With W-2s and 1099s in hand, most folks expecting a refund are lining up to file those returns. The doors are open to the many tax preparers who have waited patiently for the season to arrive. Once the money arrives there are many things that can be done with those much-anticipated dollars. Plan to get the most out of the money and improve your financial position. So, let's discuss a few of the many options of spending the refund checks.
Checking, savings or money market account
One option is to save your refund check for a rainy day or emergency. Experts advise that savings should equal between three and six months of expenses for cushion in the event of layoffs or cutbacks. This rainy day or emergency fund is separate from other accounts to make sure that it is not spent or mingled with the rest of the funds. It is to be used for the mortgage, rent, car repairs and such in times of need.
Instead of spending every cent received, try placing some in a checking, savings or money market account. The Internal Revenue Service (IRS) through direct deposit will place your money electronically into your account as instructed. The IRS will even divide your refund over multiple accounts with the completion of Form 8888, which is the Allocation of Refund Form.
To adequately – and legally – decrease our tax liability we must understand various components of our tax return. Let's begin with filing status.
What is a filing status?
A taxpayer's filing status impacts which tax rate is used and which standard deductions apply when calculating federal income tax for the year. For the most part, five different statuses are considered. They are: single, head of household, married filing separately, married filing jointly and qualifying widow/widower with dependents.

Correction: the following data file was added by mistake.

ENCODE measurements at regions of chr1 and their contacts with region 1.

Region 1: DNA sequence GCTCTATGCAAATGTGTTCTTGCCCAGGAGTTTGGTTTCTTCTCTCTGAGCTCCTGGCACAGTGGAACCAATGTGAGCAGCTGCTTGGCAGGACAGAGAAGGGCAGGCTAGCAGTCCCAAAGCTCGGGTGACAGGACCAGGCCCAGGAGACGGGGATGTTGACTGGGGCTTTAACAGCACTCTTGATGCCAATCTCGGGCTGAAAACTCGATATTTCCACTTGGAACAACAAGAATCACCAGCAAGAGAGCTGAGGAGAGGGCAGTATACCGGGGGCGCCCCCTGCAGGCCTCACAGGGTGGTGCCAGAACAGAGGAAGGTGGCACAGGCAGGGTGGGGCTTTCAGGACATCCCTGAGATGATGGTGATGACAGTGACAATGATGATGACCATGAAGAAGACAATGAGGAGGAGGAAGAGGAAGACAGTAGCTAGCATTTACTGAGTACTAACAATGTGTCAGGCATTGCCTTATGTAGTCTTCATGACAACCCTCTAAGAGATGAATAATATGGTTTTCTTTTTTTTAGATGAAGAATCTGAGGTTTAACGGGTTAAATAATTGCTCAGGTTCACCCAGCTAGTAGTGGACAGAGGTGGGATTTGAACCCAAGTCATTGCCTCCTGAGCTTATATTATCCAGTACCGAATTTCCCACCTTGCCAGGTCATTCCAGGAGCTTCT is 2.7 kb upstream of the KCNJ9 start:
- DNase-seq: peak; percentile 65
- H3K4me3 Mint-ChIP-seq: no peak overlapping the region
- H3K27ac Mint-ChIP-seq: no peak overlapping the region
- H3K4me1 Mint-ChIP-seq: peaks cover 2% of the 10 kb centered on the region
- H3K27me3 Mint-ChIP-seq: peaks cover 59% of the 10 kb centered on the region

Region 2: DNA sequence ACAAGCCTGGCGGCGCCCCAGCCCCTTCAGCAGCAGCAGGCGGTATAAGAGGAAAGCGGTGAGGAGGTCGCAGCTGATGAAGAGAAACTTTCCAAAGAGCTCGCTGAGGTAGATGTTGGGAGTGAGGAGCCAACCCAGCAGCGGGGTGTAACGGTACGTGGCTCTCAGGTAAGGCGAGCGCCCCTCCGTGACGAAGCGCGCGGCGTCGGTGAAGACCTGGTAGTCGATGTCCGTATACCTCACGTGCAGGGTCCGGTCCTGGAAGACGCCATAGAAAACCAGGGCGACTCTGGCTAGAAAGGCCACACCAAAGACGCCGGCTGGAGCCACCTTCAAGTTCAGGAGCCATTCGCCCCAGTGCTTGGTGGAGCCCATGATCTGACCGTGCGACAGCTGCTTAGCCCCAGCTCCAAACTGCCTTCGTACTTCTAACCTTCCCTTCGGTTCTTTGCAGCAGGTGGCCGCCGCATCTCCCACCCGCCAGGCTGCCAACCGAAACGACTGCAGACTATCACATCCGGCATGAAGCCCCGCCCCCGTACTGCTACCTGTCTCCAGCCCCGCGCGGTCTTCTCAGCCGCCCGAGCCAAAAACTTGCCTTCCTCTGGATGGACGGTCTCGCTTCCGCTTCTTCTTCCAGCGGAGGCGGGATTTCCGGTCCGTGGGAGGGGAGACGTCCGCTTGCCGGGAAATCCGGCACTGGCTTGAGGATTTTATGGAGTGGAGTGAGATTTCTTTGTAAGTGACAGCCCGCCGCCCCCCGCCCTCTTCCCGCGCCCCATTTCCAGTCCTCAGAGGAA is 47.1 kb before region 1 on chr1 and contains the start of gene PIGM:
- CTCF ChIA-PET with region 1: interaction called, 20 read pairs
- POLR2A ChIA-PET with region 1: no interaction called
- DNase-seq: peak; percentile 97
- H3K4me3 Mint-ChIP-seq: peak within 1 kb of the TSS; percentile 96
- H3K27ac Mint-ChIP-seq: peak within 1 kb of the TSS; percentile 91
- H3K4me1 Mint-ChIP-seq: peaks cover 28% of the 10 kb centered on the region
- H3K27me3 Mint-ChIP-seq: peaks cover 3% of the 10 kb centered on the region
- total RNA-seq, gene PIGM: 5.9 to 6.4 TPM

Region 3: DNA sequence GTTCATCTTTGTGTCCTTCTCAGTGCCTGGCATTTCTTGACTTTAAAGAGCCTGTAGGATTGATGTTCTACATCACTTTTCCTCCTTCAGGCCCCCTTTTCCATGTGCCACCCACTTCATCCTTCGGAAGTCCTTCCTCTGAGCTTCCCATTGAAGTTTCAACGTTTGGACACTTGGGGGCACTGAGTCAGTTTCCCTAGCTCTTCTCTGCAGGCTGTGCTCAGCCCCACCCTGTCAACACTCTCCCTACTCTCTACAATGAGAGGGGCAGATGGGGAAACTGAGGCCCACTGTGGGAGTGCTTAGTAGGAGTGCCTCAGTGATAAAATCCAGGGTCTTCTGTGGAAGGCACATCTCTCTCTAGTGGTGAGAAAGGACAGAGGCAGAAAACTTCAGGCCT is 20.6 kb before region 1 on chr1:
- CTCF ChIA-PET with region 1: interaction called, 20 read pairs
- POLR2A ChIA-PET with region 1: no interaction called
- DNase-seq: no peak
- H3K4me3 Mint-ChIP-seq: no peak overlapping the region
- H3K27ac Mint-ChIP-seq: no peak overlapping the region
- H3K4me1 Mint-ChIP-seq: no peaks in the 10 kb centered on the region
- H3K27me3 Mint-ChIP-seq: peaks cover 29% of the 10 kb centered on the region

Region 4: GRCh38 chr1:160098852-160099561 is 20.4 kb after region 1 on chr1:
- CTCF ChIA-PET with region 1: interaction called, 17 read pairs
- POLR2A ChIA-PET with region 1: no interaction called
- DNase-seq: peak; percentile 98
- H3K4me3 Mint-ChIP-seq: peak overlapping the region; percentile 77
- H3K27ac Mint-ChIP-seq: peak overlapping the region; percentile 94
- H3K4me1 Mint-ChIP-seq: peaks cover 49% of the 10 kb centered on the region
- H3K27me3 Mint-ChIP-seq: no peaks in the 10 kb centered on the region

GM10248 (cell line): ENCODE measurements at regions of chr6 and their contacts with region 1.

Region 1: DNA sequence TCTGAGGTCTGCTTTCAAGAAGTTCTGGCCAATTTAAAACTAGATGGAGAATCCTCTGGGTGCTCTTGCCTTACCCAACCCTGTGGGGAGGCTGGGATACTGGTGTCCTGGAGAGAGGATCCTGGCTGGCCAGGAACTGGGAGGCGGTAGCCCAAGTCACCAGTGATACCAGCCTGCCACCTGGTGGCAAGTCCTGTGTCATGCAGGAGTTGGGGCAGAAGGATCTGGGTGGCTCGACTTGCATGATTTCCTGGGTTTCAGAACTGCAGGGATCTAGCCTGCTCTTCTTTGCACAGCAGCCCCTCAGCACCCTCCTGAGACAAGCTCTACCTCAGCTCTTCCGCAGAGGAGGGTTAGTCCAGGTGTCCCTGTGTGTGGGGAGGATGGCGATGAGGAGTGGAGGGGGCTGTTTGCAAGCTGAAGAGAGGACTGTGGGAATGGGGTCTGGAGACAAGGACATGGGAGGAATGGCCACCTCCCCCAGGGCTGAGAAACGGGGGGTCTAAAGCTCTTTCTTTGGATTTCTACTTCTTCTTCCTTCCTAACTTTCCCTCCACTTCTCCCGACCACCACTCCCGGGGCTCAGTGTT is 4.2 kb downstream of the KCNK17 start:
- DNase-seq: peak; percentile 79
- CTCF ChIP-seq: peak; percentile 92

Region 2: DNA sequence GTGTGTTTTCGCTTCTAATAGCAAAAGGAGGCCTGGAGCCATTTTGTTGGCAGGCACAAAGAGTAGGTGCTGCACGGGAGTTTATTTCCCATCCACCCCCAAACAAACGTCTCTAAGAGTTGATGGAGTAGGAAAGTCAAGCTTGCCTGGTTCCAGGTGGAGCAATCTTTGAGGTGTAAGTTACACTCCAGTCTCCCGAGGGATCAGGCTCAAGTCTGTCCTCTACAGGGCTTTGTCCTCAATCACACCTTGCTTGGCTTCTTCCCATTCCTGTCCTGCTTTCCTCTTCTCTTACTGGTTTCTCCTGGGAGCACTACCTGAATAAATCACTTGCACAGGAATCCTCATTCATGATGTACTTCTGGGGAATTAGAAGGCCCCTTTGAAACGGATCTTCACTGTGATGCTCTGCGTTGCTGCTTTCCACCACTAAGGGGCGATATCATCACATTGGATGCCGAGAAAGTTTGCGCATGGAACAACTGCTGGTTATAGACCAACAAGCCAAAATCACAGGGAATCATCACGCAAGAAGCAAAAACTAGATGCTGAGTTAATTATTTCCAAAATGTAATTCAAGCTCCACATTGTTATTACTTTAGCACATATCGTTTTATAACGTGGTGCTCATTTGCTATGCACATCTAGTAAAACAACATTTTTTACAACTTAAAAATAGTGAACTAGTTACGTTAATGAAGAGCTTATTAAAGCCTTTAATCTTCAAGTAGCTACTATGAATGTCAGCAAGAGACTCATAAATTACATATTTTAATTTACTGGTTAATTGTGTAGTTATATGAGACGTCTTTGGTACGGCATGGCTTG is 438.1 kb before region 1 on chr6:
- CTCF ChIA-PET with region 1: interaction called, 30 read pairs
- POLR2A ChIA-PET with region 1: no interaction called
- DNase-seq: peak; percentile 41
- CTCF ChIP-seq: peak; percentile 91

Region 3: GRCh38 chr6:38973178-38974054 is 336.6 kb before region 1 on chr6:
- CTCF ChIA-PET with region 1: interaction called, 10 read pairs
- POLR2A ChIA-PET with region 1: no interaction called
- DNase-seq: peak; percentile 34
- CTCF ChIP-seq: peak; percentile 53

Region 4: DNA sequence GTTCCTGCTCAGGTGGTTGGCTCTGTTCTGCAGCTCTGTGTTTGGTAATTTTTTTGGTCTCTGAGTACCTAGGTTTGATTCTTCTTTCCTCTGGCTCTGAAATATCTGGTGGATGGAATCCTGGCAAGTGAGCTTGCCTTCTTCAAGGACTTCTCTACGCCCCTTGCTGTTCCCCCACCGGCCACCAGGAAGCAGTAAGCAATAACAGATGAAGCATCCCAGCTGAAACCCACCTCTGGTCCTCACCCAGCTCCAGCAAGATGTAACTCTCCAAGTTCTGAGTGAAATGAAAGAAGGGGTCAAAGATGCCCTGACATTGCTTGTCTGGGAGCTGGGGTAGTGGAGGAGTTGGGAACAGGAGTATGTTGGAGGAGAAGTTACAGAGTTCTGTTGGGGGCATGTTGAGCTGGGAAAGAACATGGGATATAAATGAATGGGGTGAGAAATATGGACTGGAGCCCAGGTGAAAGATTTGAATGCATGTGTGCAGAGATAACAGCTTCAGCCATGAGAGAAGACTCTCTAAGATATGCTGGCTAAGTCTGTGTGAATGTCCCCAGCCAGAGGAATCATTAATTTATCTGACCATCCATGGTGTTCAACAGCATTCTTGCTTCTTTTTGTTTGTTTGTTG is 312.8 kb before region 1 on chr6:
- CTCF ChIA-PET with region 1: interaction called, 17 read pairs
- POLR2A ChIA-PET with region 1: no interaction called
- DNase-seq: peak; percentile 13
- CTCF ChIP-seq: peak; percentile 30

Keep in mind that there may be exceptions to the rules that may be more beneficial to you. So, speaking with a tax professional is recommended. Let's review the categories to determine which status applies to your situation.
In a 2013 survey of people aged 50 to 70 with $100,000 or more in investable assets, 90 percent reported that they had experienced at least one setback in saving for retirement. In fact, the average respondent had experienced four setbacks with an average loss or missed opportunity of $117,000.
The future is always uncertain, and as the saying goes, "Life happens." It would be wise to prepare for the unexpected and react logically rather than emotionally when faced with retirement challenges. Here are some obstacles you might need to overcome.
Surviving market downturns. More than half of those surveyed said their assets had been reduced by market losses during the Great Recession. Yet another survey suggested that about 50 percent of workers who were 32 to 51 when the recession started actually showed gains in their retirement accounts during the 2007 to 2009 period. This group may have had lower balances when the recession began, and it's likely that they continued saving throughout the downturn, which might have helped them benefit when the market started to improve. Remember that all investments are subject to market fluctuation and the potential for loss.